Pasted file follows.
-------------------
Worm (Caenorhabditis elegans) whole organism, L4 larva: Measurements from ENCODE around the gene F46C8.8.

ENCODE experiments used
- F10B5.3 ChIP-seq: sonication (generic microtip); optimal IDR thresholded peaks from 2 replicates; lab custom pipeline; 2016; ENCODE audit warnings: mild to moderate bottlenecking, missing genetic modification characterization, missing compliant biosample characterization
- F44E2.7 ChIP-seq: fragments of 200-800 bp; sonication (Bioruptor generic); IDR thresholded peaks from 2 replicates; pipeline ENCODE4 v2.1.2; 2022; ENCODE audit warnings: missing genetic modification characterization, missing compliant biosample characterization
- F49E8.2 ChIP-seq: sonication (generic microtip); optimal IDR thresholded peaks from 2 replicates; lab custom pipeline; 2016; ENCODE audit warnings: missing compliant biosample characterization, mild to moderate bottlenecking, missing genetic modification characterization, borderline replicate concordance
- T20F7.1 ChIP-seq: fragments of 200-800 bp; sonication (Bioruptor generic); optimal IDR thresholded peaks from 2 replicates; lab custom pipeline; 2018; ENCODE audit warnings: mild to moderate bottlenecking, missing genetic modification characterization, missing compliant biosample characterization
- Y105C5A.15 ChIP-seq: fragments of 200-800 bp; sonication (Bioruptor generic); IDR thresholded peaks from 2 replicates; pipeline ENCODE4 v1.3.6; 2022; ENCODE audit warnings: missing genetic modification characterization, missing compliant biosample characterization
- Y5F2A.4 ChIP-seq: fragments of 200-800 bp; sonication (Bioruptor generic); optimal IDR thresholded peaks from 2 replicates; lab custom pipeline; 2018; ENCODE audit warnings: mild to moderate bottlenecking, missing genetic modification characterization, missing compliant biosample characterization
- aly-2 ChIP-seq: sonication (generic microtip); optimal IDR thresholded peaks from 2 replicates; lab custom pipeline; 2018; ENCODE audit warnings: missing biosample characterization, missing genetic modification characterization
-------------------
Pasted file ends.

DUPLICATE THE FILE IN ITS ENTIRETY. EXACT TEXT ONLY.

Worm (Caenorhabditis elegans) whole organism, L4 larva: Measurements from ENCODE around the gene F46C8.8.

ENCODE experiments used
- F10B5.3 ChIP-seq: sonication (generic microtip); optimal IDR thresholded peaks from 2 replicates; lab custom pipeline; 2016; ENCODE audit warnings: mild to moderate bottlenecking, missing genetic modification characterization, missing compliant biosample characterization
- F44E2.7 ChIP-seq: fragments of 200-800 bp; sonication (Bioruptor generic); IDR thresholded peaks from 2 replicates; pipeline ENCODE4 v2.1.2; 2022; ENCODE audit warnings: missing genetic modification characterization, missing compliant biosample characterization
- F49E8.2 ChIP-seq: sonication (generic microtip); optimal IDR thresholded peaks from 2 replicates; lab custom pipeline; 2016; ENCODE audit warnings: missing compliant biosample characterization, mild to moderate bottlenecking, missing genetic modification characterization, borderline replicate concordance
- T20F7.1 ChIP-seq: fragments of 200-800 bp; sonication (Bioruptor generic); optimal IDR thresholded peaks from 2 replicates; lab custom pipeline; 2018; ENCODE audit warnings: mild to moderate bottlenecking, missing genetic modification characterization, missing compliant biosample characterization
- Y105C5A.15 ChIP-seq: fragments of 200-800 bp; sonication (Bioruptor generic); IDR thresholded peaks from 2 replicates; pipeline ENCODE4 v1.3.6; 2022; ENCODE audit warnings: missing genetic modification characterization, missing compliant biosample characterization
- Y5F2A.4 ChIP-seq: fragments of 200-800 bp; sonication (Bioruptor generic); optimal IDR thresholded peaks from 2 replicates; lab custom pipeline; 2018; ENCODE audit warnings: mild to moderate bottlenecking, missing genetic modification characterization, missing compliant biosample characterization
- aly-2 ChIP-seq: sonication (generic microtip); optimal IDR thresholded peaks from 2 replicates; lab custom pipeline; 2018; ENCODE audit warnings: missing biosample characterization, missing genetic modification characterization